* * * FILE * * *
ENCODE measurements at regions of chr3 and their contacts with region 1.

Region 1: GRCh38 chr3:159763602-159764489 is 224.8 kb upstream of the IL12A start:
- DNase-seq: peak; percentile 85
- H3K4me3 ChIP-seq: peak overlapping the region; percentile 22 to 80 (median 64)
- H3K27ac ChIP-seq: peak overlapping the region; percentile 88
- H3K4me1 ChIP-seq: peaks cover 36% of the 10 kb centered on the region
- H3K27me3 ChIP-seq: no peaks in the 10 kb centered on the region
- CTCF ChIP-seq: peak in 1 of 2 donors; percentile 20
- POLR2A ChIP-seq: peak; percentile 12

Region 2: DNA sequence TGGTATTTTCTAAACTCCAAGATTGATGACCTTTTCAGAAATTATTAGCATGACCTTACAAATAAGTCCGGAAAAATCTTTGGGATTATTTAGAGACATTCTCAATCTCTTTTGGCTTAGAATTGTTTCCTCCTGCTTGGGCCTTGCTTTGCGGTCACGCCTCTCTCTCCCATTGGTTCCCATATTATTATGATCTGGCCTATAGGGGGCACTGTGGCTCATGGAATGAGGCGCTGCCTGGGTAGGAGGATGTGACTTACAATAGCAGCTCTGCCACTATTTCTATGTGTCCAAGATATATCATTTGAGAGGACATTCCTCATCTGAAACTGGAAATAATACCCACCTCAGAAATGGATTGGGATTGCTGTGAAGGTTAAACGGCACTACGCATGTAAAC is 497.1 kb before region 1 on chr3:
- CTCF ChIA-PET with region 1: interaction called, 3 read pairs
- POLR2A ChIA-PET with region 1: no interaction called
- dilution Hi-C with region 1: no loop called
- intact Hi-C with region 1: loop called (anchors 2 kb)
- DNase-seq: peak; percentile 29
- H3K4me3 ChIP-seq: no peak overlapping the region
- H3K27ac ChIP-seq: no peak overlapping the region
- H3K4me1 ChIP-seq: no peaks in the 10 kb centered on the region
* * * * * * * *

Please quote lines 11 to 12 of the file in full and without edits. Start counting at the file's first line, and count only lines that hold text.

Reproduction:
- CTCF ChIA-PET with region 1: interaction called, 3 read pairs
- POLR2A ChIA-PET with region 1: no interaction called